Sunday 12 June 2011

Enter Elvis...

Swim 5: Round House to Buscot Lock
Sunday 12th June

How locky we are
So here we are at Buscot Lock. Cold, because it has been raining all day, non-stop angled rain that hammers in rods into your eyes so that goggles and hats are absolutely necessary. And of course so is our new mascot, Elvis the duck, securely fastened to Jeremy's zip.

More bacon, courtesy of Chris, fueled this 3.9km Sunday swim (8 & 9 of 'I Love the Thames'). It rained all night long on Camp OSS and everyone feels so damp anyway they might as well be in the water. After a few waits and forgotten gloves, we trot down to the bridge at Inglesham and swim this wide part of the river around through Lechlade. The rain doesn't let up, and some of us are tired, from yesterday's swim and from the hovering helicopter that woke some campers while other slept merrily on, sleep arguing with their demons, or just snoring. Angela distracts the swans with bits of biscuits, at least two dozen of them (swans, not biscuits). The big bridge at Lechlade is the only shelter we get and the open pasture land of the sides of the river just add to the exposure. Officially, this is the first miserable swim and where possible Sef reverts back to extreme wading.

At least it starts that way. After we stop at St John's Lock, for cakes and sweet drinks, it's with a great summoning of energy that we reenter but everyone is in good spirits. The river beyond the lock is narrower and more enclosed despite it having been joined at the lock by the River Leach. It becomes more sheltered, with great willows shielding us from some of the rain. Nevertheless, for most of this stretch we are in head-down crawl, eager to get out and back to the Trout for lunch. We get out into the still heaving skies, pose on the lock and head quickly into Buscot where we change in machine sheds.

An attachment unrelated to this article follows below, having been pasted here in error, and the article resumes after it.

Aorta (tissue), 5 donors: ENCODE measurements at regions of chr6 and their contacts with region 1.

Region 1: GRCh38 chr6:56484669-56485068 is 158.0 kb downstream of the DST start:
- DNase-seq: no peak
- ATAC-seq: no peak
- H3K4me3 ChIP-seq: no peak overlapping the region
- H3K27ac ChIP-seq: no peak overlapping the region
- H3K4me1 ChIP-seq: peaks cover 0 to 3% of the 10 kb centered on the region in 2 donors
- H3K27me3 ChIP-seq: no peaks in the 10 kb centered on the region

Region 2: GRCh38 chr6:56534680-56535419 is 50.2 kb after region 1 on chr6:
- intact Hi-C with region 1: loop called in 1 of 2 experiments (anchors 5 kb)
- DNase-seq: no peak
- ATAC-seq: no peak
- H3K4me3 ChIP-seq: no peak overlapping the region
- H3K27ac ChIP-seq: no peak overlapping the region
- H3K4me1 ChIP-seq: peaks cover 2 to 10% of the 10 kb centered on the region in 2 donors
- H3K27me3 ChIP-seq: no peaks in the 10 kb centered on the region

The Trout at St John's Lock, Lechlade, where we camped, has put us in a nice little side-room in its warreny heart and its wonderful to warm up here. Formerly known as the John the Baptist's Head, giving its name to the adjacent lock, this old hostelry has been around for a while and has a well-deserved reputation for riverside fun dating back a few years. Baskerville remarked in 1690 on it as "a very good inn for entertainment, and they have commonly strong march beer in bottles to sell, and pretty good wine." Prosaically renamed perhaps, the tradition continues and outside, a mini-music festival has drawn a lot of young folk for whom the constant rain appears not too distracting. Inside, we are tired but happy.